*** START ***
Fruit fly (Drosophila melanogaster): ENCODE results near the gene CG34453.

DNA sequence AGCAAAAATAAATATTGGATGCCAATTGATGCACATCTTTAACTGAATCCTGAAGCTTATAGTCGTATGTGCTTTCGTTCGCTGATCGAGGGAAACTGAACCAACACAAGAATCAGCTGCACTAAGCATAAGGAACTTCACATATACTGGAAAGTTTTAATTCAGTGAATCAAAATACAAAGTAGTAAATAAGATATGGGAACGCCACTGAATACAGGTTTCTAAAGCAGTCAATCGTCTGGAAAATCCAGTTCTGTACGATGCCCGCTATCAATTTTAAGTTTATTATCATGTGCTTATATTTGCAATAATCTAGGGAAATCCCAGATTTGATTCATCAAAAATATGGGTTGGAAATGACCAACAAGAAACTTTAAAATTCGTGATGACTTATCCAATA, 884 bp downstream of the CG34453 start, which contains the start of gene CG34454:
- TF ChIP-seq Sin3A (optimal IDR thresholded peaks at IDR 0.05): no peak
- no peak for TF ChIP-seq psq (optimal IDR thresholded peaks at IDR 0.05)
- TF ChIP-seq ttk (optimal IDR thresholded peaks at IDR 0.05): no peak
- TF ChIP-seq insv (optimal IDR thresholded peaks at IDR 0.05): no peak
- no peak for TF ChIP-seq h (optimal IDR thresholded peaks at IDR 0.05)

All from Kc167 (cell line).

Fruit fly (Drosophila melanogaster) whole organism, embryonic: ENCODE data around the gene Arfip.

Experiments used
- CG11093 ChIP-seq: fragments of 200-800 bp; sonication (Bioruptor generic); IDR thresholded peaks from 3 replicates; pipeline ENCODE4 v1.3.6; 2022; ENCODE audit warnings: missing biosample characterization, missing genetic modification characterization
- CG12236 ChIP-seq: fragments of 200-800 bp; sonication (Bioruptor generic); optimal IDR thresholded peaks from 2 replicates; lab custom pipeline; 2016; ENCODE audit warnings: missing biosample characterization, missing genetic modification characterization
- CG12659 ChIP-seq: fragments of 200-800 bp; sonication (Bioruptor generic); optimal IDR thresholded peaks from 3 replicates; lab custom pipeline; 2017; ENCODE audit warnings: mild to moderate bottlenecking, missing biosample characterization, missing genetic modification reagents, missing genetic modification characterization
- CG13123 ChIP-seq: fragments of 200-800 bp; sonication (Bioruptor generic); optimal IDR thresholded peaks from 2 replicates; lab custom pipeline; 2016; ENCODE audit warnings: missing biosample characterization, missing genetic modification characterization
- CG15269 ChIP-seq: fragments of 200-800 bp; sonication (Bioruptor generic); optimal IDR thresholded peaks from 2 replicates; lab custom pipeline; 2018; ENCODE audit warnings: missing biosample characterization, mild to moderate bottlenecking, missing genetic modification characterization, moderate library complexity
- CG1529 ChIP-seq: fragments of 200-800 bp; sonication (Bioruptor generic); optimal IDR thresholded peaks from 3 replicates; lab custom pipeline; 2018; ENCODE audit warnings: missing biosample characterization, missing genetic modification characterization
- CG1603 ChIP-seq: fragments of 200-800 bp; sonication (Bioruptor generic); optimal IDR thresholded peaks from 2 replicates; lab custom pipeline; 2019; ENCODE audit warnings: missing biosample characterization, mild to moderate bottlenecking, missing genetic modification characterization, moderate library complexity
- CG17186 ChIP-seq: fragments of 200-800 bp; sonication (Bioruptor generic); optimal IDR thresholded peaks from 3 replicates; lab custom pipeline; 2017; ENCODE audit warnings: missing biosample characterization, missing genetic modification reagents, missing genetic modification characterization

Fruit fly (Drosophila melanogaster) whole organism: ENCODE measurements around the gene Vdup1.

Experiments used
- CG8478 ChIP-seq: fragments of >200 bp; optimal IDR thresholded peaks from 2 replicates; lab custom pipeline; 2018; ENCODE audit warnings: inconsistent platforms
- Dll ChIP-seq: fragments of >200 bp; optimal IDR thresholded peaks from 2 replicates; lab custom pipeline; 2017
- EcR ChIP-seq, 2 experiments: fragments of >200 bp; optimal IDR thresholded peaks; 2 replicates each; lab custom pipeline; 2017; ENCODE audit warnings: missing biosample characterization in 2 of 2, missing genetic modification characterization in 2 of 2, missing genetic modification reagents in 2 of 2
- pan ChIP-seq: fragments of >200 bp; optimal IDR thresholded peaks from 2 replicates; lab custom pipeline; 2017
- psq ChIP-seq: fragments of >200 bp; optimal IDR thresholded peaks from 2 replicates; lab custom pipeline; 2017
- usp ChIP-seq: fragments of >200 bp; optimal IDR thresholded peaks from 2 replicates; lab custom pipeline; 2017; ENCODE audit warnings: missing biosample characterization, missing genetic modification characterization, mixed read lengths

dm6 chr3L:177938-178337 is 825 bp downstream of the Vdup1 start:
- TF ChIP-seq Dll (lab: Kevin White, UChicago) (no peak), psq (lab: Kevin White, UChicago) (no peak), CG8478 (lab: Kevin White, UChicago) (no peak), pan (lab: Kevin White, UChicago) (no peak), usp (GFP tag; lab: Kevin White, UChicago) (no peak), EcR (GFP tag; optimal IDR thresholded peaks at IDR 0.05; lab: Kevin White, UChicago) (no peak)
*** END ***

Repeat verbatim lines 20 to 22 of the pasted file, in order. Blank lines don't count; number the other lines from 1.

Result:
Experiments used
- CG8478 ChIP-seq: fragments of >200 bp; optimal IDR thresholded peaks from 2 replicates; lab custom pipeline; 2018; ENCODE audit warnings: inconsistent platforms
- Dll ChIP-seq: fragments of >200 bp; optimal IDR thresholded peaks from 2 replicates; lab custom pipeline; 2017